Report: Macquarie Seeking Stake in Netrality Data Centers

Sept. 3, 2019
Bloomberg reports that infrastructure fund Macquarie is seeking a deal to buy a stake in Netrality Data Centers, which operates carrier hotels in major cities.

Global infrastructure fund Macquarie is reportedly close to expanding its data center holdings. Bloomberg reported Friday that an affiliate of Macquarie is nearing a deal to buy a stake in Netrality Data Centers, which operates carrier hotels and data centers across the United States. The financial news service characterized the talks as “advanced.”

Netrality is a real estate company built atop the power of the cross connect – the physical connection between networks that knits the Internet together.

Netrality was launched in 2015, with a vision for acquiring carrier hotels and upgrading their interconnection infrastructure to boost the flow of data between carriers, network operators and content specialists.

Macquarie’s interest in the data center sector is part of its growing focus on digital infrastructure. Macquarie Infrastructure Partners (MIP) is also a major investor in Aligned Energy, providing the financial respources to help the company expand its data center footprint and executive team, and innovate in data center construction and sustainability.

This morning it was announced that Macquarie Infrastructure Partners has acquired Bluebird Networks, a telecom and fiber provider serving the Midwest United States.

Recent investments by Macquarie and other infrastructure funds like Brookfield Infrastructure and Stonepeak Infrastructure Partners have the potential to speed the industrialization of the data center, streamlining the delivery of capacity to support the growth of cloud computing.

Funds like Macquarie have traditionally invested in projects like airports, utilities and toll roads, but are now shifting their focus to digital infrastructure, citing extraordinary demand for capital to fuel the shift to a data economy.

Carrier Hotels in Focus

Netrality is a joint venture between Amerimar and industry veteran Hunter Newby, and has acquired buildings in Philadelphia, Chicago, Houston, Kansas City and St. Louis. The company, named for its focus of networks and neutrality, is creating advanced meet-me rooms in each property.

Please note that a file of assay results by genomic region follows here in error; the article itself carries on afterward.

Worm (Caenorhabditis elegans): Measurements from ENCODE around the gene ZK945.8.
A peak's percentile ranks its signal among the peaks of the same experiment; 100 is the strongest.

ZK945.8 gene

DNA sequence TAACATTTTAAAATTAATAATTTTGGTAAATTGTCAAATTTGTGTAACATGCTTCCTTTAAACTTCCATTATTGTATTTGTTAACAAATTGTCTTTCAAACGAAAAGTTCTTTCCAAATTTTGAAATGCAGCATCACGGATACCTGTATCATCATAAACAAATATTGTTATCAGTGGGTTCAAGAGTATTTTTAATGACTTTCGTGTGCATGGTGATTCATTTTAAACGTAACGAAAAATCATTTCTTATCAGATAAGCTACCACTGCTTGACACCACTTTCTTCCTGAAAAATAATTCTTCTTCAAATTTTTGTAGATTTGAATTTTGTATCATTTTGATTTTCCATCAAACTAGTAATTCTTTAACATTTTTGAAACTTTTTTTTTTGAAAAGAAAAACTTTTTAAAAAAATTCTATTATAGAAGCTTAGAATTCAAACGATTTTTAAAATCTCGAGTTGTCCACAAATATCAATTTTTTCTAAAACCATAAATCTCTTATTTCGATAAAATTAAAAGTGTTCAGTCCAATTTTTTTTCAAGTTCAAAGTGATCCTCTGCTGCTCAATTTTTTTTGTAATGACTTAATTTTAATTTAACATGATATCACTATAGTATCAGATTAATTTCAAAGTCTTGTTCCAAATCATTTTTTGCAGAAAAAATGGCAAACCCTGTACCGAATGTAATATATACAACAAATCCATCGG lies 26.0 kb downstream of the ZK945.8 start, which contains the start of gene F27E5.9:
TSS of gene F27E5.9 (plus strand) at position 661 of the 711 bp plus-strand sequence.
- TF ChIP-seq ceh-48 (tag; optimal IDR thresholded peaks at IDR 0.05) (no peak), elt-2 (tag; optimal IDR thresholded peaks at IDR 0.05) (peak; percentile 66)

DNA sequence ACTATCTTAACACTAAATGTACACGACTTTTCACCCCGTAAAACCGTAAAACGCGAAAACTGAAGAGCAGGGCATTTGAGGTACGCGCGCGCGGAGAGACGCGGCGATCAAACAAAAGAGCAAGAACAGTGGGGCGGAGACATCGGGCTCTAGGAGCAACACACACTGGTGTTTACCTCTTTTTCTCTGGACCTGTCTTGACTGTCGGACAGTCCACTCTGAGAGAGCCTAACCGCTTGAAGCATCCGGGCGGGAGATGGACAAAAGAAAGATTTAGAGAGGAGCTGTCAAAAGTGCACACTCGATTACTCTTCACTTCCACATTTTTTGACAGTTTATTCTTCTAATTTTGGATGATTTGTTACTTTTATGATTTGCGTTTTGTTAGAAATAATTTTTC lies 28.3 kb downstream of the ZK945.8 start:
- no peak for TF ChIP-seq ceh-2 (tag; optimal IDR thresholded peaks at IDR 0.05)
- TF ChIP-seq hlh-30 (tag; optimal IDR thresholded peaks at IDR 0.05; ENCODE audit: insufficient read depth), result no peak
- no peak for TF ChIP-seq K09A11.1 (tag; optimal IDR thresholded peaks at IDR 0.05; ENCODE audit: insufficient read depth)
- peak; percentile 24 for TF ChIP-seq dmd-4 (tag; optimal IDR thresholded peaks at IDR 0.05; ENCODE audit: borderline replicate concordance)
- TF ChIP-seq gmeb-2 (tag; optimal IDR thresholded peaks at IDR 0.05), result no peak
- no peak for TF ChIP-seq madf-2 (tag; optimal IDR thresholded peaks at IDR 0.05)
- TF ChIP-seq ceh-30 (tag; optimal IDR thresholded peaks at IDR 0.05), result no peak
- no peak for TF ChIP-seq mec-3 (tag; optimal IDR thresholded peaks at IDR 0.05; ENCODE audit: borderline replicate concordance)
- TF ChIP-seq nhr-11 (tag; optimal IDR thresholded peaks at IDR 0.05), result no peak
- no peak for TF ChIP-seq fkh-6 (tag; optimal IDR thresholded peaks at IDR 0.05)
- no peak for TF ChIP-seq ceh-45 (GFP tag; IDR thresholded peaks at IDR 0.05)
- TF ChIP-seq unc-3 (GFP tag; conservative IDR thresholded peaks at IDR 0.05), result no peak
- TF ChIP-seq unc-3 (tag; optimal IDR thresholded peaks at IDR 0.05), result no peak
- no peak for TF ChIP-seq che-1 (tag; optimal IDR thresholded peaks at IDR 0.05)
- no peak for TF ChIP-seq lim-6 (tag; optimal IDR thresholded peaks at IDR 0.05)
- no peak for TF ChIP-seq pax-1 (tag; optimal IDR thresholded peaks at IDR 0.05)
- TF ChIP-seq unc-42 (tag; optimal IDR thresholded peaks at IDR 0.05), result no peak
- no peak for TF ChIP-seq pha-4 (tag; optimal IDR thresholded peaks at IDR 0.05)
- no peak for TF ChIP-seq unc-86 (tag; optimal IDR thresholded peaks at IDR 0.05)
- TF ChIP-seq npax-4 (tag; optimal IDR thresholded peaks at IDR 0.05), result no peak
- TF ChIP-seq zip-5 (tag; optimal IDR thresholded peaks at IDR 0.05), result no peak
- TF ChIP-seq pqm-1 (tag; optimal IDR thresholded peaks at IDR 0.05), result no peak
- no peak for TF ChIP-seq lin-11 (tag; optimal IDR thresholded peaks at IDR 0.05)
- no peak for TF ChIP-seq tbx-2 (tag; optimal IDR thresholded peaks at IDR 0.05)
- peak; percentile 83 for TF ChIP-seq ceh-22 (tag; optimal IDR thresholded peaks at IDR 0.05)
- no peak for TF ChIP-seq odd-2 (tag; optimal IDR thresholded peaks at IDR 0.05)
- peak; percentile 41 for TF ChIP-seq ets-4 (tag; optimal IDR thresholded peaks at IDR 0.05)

Meet-me rooms are common areas where providers can make connections between their networks. These interconnection facilities can be operated by building owners, non-profits or commercial service providers.

The Bloomberg report comes in a period of active investment in carrier hotels.

  • In April, American Tower bought Colo Atl, a colocation and meet-me room business in downtown Atlanta, saying it saw the investment as an opportunity to evaluate connected colocation as a future growth opportunity.
  • Equinix  acquired the Dallas Infomart for $800 million last year, and is investing an additional $138 million to add a second building at the property. Equinix is also  investing $60 million in an expansion of the NAP of the Americas in Miami, the primary carrier hotel in south Florida.
  • DataGryd has just completed is new space within 60 Hudson Street, the most prominent carrier hotel in Manhattan.
  • A 2017 renovation at One Wilshire, the leading carrier hotel in Los Angeles, brought infrastructure upgrades that will add up to 28 megawatts of power capacity for the 30-story building.

Carrier hotels were the early cornerstones of the Internet economy, and some of the most successful properties in the colocation industry. A key piece of the business model is the meet-me room, a common area where providers can make connections between their networks. Interconnection facilities can be operated by building owners, non-profits or commercial service providers.

The term “carrier hotel” dates to the Telecommunications Act of 1996, which cleared the way for competition in the telephone and Internet business. The act cleared the way for competitors to access the network by colocating infrastructure within the Bell companies’ facilities. Shortages of access and trust prompted the newcomers to a new strategy: leasing space in buildings adjacent to the incumbents’ central offices in major cities. Dozens of carriers and network operators soon bought up space inside buildings like 60 Hudson Street in Manhattan and One Wilshire in Los Angeles, coining the term “carrier hotel.”

Earlier this month Bloomberg reported that CyrusOne was considering a potential sale, but no transaction has materialized.

About the Author

Rich Miller

I write about the places where the Internet lives, telling the story of data centers and the people who build them. I founded Data Center Knowledge, the data center industry's leading news site. Now I'm exploring the future of cloud computing at Data Center Frontier.

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